5. 1994: Sonic the Hedgehog

@NascaronReddit/Twitter

By the mid-90s, the powers-that-be recognized that there was a lucrative market to tap by using Happy Meals to advertise kid-oriented products directly to kids. It was around this time that the entertainment industry really began to see the potential for promoting movies and TV shows through fast-food chains. And if you look at the advertisement above, the Happy Meal only cost $1.99. Those were the days!

6. 1996: 101 Dalmatians

EBAY USER KINGDADDY50

Never the one to pass up an opportunity to advertise, Disney quickly hopped on board the McDonalds train as a means to promote their movies. One of the first Disney x Mcdonald’s ventures were the release of literally one-hundred-and-one collectible dalmatian figurines through their Happy Meals.

7. 1997: “Walt Disney Masterpiece Collection”

Youtube via FastFoodToyReviews

Off the success of their 101 Dalmatians toys, Disney and McDonalds continued their partnership by releasing tiny VHS boxes equipped with a a little toy character from the movie. People really began to see collecting fast food toys as a hobby around this time.

8. Mid-90s: “Teenie Babies”

EBAY User BDK84

Even McDonalds wasn’t immune to the Beanie Baby craze that swept the nation in the mid-90s. Convinced that they would one day be worth thousands, collectors flocked to the Golden Arches to get their hands on miniature versions of the popular plush toys. Unfortunately, most of the “Teenie Baby” toys aren’t worth anything these days.

9. 1997-Now: Barbies

EBAY User PERFECTSHIP

In 1997, McDonald’s started a lucrative partnership with the Barbie line of toys that would last until today. What young girl doesn’t have memories of getting this in their Happy Meal box (whether they liked it or not) while their brother got a Hot Wheels car? It’s safe to say the ’90s weren’t progressive, gender-wise.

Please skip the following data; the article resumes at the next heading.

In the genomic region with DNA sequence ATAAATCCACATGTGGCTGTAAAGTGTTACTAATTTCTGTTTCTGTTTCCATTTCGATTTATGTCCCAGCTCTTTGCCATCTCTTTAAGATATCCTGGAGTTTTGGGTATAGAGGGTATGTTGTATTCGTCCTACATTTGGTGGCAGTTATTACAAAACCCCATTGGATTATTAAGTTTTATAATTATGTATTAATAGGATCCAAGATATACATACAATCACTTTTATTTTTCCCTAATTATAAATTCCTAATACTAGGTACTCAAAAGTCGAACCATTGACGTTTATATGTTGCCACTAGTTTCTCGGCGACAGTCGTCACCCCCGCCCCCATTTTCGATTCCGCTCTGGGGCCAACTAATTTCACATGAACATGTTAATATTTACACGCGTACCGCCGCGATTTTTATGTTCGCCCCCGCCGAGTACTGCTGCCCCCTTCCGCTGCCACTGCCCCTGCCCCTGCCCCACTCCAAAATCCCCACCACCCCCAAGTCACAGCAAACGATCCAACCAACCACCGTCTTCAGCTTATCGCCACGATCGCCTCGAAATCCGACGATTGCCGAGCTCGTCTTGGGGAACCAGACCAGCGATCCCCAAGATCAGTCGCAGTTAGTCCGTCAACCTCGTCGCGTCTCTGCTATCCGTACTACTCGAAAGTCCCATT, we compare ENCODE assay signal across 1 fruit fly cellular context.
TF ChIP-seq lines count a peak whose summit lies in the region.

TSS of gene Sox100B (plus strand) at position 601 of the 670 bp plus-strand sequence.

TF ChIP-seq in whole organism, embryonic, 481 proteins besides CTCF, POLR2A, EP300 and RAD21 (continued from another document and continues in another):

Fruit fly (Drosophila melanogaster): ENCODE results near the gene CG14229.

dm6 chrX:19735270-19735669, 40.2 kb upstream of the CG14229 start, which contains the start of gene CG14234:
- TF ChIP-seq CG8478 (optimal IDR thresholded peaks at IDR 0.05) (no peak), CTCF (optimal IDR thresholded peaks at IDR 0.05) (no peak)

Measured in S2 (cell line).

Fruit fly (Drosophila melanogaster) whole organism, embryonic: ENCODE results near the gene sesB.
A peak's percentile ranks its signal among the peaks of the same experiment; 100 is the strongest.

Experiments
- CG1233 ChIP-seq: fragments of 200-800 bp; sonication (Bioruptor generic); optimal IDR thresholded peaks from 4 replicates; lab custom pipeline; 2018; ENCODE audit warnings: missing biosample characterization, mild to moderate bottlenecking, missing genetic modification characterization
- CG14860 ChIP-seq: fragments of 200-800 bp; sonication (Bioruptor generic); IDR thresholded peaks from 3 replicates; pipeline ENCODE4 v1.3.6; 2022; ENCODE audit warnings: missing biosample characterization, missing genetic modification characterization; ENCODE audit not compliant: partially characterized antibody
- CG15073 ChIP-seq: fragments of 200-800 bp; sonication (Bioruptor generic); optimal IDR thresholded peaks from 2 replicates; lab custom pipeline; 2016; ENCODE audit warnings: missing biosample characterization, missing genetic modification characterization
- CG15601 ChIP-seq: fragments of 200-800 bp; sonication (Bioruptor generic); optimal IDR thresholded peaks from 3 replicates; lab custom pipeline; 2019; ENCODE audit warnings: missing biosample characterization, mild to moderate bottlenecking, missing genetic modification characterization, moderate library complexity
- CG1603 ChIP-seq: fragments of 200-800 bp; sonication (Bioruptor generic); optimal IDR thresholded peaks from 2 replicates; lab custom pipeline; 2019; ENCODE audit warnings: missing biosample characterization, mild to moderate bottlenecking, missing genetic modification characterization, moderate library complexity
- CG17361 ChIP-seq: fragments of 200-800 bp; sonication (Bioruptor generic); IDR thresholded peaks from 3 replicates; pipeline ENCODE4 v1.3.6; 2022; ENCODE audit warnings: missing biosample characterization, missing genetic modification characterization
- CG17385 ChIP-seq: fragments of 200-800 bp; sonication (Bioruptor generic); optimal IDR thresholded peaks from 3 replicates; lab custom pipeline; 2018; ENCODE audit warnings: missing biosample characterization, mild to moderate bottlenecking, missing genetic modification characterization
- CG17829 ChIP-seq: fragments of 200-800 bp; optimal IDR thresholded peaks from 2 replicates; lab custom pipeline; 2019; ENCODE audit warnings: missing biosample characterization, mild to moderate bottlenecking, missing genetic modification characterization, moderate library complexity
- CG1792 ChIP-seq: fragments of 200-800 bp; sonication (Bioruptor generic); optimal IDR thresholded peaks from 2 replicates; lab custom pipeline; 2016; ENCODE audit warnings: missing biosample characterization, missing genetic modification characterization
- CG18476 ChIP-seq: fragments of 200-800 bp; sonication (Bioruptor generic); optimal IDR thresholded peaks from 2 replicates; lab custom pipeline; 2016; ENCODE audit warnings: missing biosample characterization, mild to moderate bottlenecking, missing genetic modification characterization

10. 2004: Hello Kitty Keychains

Youtube via Lucky Penny Shop

Into the 2000s, McDonald’s took advantage of the Hello Kitty trend by offering plush Hello Kitty key chains in their Happy Meals.

11. 2015: Minion Fever

Ebay user BOB_THE_SPY

Do you remember the time when you couldn’t escape “Despicable Me” minion merchandising, no matter where you went? Well, that included McDonalds. Nowhere was safe.

This Glass Gem Corn Is Blowing Minds All Over Twitter Right Now And I Want Some ASAP

Culture

This Glass Gem Corn Is Blowing Minds All Over Twitter Right Now And I Want Some ASAP

While the Internet might call it “Ghey Corn,” this rainbow-colored corn variety is officially dubbed Glass Gem corn. Not only are there a rainbow of colorful kernels, but they’re also shiny, prompting the ‘Glass’ description. The person responsible for our new favorite, gay-friendly corn is a man by the name of Carl Barnes, who passed in 2016. Barnes enjoyed his life in Oklahoma and cultivated his own personal seed bank passed down from his Cherokee ancestors. Barnes chose to save and replant the seeds from the cobs with the most color, and eventually developed strains of vibrant corn.

One day, Barnes decided to move and asked his friend, Greg Schoen, to protect the seeds. Schoen grew a small handful of the seeds and was shocked when he peeled back the corn stalk to reveal rows and rows of shiny, rainbow-colored corn. Schoen was so excited, he posted the image to his Facebook, and it promptly went viral. Soon, the two cultivated enough seeds to sell online, and people around the country have grown gorgeous varieties.